Beth Ann Loy

Date of Graduation


Document Type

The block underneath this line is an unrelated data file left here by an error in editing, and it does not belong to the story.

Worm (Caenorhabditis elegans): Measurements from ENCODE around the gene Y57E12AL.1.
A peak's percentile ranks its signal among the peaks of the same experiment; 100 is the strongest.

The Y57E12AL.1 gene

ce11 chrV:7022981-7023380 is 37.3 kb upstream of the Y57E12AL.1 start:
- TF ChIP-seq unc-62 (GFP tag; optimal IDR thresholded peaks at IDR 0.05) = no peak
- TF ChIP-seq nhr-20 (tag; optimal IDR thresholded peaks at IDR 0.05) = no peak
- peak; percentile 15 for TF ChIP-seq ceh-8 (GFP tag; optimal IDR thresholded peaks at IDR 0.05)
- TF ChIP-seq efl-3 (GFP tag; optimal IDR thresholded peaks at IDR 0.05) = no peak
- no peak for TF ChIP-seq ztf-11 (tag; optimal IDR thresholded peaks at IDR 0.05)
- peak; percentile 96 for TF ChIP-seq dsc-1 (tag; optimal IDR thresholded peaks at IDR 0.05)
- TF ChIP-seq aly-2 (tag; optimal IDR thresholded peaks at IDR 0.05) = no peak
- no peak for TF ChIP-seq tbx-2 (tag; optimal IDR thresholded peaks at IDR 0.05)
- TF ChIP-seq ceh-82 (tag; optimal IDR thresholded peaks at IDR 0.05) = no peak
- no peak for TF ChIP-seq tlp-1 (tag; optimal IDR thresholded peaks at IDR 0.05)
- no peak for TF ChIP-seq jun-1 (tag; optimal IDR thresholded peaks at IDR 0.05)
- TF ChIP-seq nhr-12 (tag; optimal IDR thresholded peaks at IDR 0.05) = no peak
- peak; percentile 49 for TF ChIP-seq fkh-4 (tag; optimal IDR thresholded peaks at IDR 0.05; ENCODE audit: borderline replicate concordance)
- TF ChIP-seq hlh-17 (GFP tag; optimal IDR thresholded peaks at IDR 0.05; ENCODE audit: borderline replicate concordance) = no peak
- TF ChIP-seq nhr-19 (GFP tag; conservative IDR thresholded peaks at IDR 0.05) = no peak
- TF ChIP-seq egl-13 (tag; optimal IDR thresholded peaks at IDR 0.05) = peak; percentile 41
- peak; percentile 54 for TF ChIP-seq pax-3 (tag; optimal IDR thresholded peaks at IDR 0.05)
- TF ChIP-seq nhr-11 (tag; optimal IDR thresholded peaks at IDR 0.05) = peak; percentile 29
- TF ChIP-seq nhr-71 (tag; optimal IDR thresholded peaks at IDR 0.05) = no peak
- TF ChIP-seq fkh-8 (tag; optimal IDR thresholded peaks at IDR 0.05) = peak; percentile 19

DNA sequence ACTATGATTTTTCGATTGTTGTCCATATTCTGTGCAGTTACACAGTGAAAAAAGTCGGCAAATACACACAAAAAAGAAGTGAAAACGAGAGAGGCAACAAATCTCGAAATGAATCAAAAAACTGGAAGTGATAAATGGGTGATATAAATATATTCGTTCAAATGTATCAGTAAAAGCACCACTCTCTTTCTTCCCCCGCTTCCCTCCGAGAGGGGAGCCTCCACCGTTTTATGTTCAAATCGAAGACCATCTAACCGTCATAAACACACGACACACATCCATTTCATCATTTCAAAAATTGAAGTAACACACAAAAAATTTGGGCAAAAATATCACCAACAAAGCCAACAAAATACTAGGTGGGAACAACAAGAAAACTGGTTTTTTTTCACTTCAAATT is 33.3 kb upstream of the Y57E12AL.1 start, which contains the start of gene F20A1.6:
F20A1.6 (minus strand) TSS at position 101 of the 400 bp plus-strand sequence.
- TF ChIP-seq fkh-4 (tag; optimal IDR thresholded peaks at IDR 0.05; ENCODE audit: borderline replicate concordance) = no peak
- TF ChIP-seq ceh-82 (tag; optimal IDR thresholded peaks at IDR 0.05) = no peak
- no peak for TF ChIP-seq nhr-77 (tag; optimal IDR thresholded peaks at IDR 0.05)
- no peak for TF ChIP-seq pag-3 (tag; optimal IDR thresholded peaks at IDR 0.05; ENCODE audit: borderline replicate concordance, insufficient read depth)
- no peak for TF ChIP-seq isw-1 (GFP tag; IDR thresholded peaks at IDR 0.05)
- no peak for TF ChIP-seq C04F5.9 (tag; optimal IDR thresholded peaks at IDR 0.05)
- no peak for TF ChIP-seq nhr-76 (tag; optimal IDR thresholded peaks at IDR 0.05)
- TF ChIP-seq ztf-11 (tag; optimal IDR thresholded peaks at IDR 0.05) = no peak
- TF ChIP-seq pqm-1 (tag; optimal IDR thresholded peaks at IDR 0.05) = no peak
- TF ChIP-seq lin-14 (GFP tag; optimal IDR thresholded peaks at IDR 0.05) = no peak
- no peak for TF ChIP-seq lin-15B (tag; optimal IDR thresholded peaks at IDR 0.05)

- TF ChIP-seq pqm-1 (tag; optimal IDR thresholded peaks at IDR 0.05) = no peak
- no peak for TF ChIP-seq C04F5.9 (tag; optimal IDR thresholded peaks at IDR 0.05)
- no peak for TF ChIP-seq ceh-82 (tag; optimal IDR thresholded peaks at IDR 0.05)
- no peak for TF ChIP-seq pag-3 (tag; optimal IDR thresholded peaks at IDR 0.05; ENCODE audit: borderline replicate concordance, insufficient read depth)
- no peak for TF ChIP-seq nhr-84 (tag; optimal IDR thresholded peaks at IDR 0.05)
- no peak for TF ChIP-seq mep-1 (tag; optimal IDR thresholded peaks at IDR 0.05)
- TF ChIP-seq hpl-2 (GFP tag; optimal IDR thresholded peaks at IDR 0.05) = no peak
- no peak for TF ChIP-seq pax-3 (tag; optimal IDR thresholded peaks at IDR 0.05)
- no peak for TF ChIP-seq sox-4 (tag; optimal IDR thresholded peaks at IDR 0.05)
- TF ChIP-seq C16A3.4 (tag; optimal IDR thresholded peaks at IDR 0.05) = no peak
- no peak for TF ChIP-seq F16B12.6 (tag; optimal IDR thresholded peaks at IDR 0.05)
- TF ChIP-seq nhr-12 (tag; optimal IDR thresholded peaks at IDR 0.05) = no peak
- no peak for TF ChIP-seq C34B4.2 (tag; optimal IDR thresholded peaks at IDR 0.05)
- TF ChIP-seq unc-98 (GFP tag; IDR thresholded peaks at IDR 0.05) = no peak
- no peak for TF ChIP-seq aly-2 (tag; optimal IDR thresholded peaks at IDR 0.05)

This study analyzed the economic impacts of Title I of the Americans with Disabilities Act of 1990 (ADA), which was passed by Congress to eliminate workplace discrimination on the basis of disability. Specifically, the main objectives of this study were to answer five research questions and estimate an interaction model. The ADA was intended to spark an economic revolution by drastically increasing the employment rate of people with disabilities. Because of the potential societal impacts, it is vital to successful future economic planning and policymaking that the economic effects of the law be examined. Various datasets from 1985 through 2000 were gathered from several federal agencies to discern the impact of Title I's implementation. First, the study showed that with Title I's implementation employers have not decreased the frequency that they offer paid sick leave benefit packages. Second, occupational injuries and illnesses have not increased with the implementation of Title I. Third, with Title I's implementation, the existence of right-to-work legislation has not influenced whether individuals file federal claims of discrimination. Fourth, the number of workers considered disabled under the U.S. disability insurance program has not decreased with the implementation of Title I. Finally, regions with higher personal incomes have been more likely to favor people with disabilities in Title I related discrimination suits. In addition, a logit model estimation showed that real U.S. personal income, the number of individuals covered by unions or employee associations, and the population adjusted number of workers considered disabled under the Old Age Survivors and Disability Insurance program significantly interacted with the implementation of Title I. Results obtained from this study suggest that Title I has not imposed excessive burdens on employers or impeded other policy initiatives. Nonetheless, the ultimate goal of increasing the employment rate of people with disabilities has not been realized. Policy changes recommended in this study focus on targeted incentives to increase the law's effectiveness.